Why the New York Jets Are the 'Jersey Shore' of the NFL

Nicholas MoffittCorrespondent IApril 17, 2012

Mike "The Situation" is no stranger to sports. He threw out the opening pitch at a Mets game this season.
Mike "The Situation" is no stranger to sports. He threw out the opening pitch at a Mets game this season.Doug Benc/Getty Images

"I couldn't be more excited."
"I couldn't be more excited."Mike Stobe/Getty Images

The Jersey Shore is undoubtedly one of the most popular TV shows in pop culture today and based on a group of Italian-American group of “guidos” that make the Kardashians look drama free. Full of bickering, fighting, drunk people in their 20s and 30s, at first glance shouldn’t compare well to a professional football franchise. The similarities are there, though, and Jets players and staff can easily be compared to the stars on Jersey Shore.

The New York Jets are the team that you hate, but can't seem to keep your eyes away from, similar to MTV's hit TV show Jersey Shore. Drama. Both are full of it and can't seem to get rid of it. From locker room problems to Ronnie and Sam's relationship issues, it just can't be avoided.

The offseason problems started early for the Jets when rookie QB Greg McElroy sounded off on the radio of the selfishness of his teammates and their lack of work ethic. These things generally don't bode well from any player, but from a rookie it escalated the situation even quicker.

Mike, "The Situation," has a problem of constantly running his mouth as well, always seeming to get into fights or awkward situations. Situation can be compared to McElroy for running his mouth about the team as Mike would to any stranger who looked at him funny.

Mike is the least liked member of the house, and now McElroy won’t be winning any hearts over in the already problematic Jets locker room. Both need to take a hint from others around them and stop creating drama that is unnecessary and detrimental to both of their “careers.”

Starting QB Mark Sanchez has stayed out of the spotlight this offseason and has pretty much flown under the radar, similar to Jersey Shore's Vinny Guadagnino. Vinny took time off in the last season of the show wanting to stay away from the drama as Sanchez has. Vinny and Sanchez have both had their share of problems but generally do the best job of anyone avoiding drama as of late, which is now personified in the Jets since the trade for Tim Tebow.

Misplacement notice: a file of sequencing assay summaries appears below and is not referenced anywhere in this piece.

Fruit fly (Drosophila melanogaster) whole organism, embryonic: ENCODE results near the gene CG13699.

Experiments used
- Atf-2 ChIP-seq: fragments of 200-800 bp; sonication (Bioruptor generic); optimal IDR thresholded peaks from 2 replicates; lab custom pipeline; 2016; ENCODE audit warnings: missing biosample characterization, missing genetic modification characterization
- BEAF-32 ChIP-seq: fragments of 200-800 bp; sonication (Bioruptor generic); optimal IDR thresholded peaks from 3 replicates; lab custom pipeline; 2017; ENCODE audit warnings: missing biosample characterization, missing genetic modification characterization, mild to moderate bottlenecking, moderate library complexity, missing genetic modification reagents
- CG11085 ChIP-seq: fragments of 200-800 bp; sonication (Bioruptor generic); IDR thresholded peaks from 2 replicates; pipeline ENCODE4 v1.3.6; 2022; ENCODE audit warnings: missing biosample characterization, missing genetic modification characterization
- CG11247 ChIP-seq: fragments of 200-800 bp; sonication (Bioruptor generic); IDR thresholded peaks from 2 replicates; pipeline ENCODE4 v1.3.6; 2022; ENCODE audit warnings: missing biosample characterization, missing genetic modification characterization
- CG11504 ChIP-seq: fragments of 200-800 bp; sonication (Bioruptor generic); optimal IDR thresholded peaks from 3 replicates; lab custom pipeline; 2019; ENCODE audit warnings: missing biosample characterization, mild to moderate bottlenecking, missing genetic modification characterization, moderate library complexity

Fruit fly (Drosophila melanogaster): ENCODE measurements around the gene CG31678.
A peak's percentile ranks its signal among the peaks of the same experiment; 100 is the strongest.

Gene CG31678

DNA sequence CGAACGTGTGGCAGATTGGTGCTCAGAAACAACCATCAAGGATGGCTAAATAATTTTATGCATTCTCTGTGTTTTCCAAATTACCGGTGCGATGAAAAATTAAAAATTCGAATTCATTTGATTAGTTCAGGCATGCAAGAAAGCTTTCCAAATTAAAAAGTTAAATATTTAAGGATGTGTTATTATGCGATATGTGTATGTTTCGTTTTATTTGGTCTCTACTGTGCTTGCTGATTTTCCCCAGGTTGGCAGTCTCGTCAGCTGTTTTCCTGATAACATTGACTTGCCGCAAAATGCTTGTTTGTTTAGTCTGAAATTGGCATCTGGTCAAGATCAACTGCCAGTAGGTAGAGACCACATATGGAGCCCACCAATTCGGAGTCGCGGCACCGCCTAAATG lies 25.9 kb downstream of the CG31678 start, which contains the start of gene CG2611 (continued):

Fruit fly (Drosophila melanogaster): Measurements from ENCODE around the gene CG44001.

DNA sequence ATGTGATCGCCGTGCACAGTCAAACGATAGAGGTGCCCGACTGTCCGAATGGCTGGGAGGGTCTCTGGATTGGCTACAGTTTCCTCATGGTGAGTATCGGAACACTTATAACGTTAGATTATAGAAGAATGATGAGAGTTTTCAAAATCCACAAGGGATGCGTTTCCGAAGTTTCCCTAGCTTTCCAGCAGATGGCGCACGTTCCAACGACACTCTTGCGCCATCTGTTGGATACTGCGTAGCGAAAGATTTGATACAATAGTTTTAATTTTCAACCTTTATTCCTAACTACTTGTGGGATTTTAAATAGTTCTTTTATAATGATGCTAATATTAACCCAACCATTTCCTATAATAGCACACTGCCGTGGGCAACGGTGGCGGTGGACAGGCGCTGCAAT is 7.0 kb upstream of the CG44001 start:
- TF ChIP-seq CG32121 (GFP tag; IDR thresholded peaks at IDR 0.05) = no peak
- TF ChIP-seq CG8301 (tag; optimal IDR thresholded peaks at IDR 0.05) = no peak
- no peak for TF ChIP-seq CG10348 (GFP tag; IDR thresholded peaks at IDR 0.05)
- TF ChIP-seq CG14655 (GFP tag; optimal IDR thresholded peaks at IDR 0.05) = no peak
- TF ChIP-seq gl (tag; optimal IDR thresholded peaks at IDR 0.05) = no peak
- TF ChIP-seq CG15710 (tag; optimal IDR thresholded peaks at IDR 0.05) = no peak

Tebowmania has struck the Jets as well, as has the recent success of Pauly D. Pauly has a DJing gig in Vegas, and Tebow is one of the most popular people on the planet right now. Tebow “couldn’t be more excited” to play this year and says it quite often. Pauly D utters the phrase “Yeah, buddy!” at least a few times an episode.

Both Pauly and Tebow are regarded as the good guys of the group, although Tebow a little more. Tebow is a fundamentalist Christian to the core, and Pauly may not be a virgin like Tebow but often can be seen wearing a necklace with a cross as a symbol of his faith. Both have recently made a move for their job and how well they do that job can be seen in the upcoming NFL season or on MTV’s new show The Pauly D Project.

Rex Ryan is annoying, loud-mouthed and only contributed to the locker room hostility problem. He made comments about what McElroy had previously stated. A better option would have been to not comment and deal with locker room problems in the locker room. The need to project problems on others relates him well to Snookie.

The thought of comparing Ryan and Snookie is frankly a little disturbing, especially thinking about Ryan in some of the outfits Snookie wears, but the two seem to mesh together like it was meant to be. They both rule over the kingdom of drama and aren’t looking to leave anytime soon. Both are consistently making headlines over the most ridiculous of things.

From being arrested to sucking toes, the two definitely know how to get their name in the papers.

The Jets and the Shore both have their share of problems, but life would be a little less interesting without the two.